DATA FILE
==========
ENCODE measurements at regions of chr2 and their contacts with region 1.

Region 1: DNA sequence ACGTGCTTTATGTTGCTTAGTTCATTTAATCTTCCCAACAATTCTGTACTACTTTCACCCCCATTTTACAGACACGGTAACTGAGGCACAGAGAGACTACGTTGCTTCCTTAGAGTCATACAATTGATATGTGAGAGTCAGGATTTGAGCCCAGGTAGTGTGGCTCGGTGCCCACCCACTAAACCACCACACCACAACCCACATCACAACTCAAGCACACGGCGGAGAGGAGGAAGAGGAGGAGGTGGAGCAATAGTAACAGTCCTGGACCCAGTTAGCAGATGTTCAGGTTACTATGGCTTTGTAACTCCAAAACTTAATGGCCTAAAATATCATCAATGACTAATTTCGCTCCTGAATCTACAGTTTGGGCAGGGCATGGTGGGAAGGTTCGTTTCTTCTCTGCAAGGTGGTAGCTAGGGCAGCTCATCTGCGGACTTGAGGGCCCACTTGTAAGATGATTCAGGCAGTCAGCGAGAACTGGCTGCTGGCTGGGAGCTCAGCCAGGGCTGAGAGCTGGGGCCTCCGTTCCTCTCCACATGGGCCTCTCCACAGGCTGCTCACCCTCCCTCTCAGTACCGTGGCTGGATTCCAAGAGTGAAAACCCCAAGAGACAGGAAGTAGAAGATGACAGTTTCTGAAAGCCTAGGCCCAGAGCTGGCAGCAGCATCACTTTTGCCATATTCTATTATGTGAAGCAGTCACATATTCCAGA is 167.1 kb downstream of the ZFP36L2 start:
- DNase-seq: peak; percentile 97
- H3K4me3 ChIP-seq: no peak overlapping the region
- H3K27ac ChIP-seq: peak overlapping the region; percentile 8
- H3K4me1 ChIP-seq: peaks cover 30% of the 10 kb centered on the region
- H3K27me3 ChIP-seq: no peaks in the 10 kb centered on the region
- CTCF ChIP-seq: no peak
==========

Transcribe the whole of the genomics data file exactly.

ENCODE measurements at regions of chr2 and their contacts with region 1.

Region 1: DNA sequence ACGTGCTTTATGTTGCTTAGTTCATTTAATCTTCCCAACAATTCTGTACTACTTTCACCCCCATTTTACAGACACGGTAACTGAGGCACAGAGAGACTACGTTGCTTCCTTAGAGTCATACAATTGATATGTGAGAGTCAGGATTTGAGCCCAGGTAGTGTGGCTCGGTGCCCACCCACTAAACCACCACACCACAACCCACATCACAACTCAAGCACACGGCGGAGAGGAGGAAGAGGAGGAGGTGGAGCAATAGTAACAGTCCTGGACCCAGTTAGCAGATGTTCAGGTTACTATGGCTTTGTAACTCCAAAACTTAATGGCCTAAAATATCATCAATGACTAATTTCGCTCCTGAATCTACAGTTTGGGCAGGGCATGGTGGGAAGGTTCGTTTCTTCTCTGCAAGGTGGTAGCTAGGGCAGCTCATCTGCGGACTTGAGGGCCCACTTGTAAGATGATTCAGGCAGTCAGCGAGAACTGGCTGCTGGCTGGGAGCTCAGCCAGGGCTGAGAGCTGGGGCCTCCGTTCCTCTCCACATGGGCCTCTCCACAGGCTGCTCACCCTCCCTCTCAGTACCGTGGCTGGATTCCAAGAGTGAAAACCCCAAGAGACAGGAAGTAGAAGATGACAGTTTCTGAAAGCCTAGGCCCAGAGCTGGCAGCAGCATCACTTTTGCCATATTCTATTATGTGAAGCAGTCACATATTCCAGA is 167.1 kb downstream of the ZFP36L2 start:
- DNase-seq: peak; percentile 97
- H3K4me3 ChIP-seq: no peak overlapping the region
- H3K27ac ChIP-seq: peak overlapping the region; percentile 8
- H3K4me1 ChIP-seq: peaks cover 30% of the 10 kb centered on the region
- H3K27me3 ChIP-seq: no peaks in the 10 kb centered on the region
- CTCF ChIP-seq: no peak